Residents of the Philippines’ Thitu, a remote island in the contested waters of the South China Sea, face a unique set of challenges heightened by China’s assertive presence along its coast.

China claims Thitu, known locally as Pag-asa, as its own and is engaged in a years-long territorial dispute with the Philippines and other nearby countries. Currently, China’s vessels patrol Thitu, leaving island residents under near-constant surveillance.

Local fishermen have reported instances of harassment and cyanide fishing, both of which affect their livelihood. This adds to the demands of living on Thitu, where the topography renders it highly susceptible to the elements, making it difficult for most crops and vegetation to thrive. Additionally, a powerful typhoon in 2021 caused extensive damage to most of its structures, and many residents are still in the process of rebuilding to this day. Despite the hardship and growing security risks, the islanders are determined to stay, emphasizing their territorial ownership and resilience against external pressures.

To contend with rising tensions, the Philippines is adopting a nonmilitary strategy emphasizing civilian presence, infrastructure development, and tourism. This approach has turned the 255 civilians of Thitu into a symbol of Philippine resistance against the growing Chinese militia presence in the South China Sea.

Rosem Morton, a native Filipina, has been documenting Filipino fishing communities in the South China Sea since 2021.

Artist Bios

  • Rosem Morton

    Rosem Morton is a documentary photographer from the Philippines whose work focuses on daily life amidst gender, health, and racial adversity.

    As a National Geographic Explorer and an International Women’s Media Foundation Fellow, she explores issues from the effects of gender-based violence and the unheard stories of healthcare workers to the forgotten histories that have shaped Filipino culture and migration. She has written and photographed stories for National Geographic, The Washington Post, NPR, and CNN, among others. She has been recognized by World Press Photo 6×6 Talent, Pictures of the Year International, and The 30: New and Emerging Photographers to Watch. She has received the Leica Women Photo Award and the Visa d’or Daily Press Award.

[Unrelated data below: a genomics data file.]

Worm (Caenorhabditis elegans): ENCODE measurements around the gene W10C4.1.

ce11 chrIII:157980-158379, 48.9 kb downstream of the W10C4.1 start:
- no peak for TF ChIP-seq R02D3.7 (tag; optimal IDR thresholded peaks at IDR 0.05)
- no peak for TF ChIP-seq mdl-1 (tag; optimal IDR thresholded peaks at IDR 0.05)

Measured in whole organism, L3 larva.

• Photoville


    Founded in 2011 in Brooklyn, NY, Photoville was built on the principles of addressing cultural equity and inclusion, which we are always striving for, by ensuring that the artists we exhibit are diverse in gender, class, and race.

    In pursuit of its mission, Photoville produces an annual, city-wide open air photography festival in New York City, a wide range of free educational community initiatives, and a nationwide program of public art exhibitions.

    By activating public spaces, amplifying visual storytellers, and creating unique and highly innovative exhibition and programming environments, we join the cause of nurturing a new lens of representation.

    Through creative partnerships with festivals, city agencies, and other nonprofit organizations, Photoville offers visual storytellers, educators, and students financial support, mentorship, and promotional & production resources, on a range of exhibition opportunities.

    For more information about Photoville visit,

Guardians of Thitu

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Featuring: Rosem Morton

Presented by: Photoville
  • Photoville


ON VIEW AT: PhotoCube 57

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The project was published on assignment for the Wall Street Journal, with additional reporting by Fruhlein Chrys Econar. It was supported by the International Women’s Media Foundation’s Howard G. Buffett Fund for Women Journalists.

This website was made possible thanks to the generous support and partnership of Photowings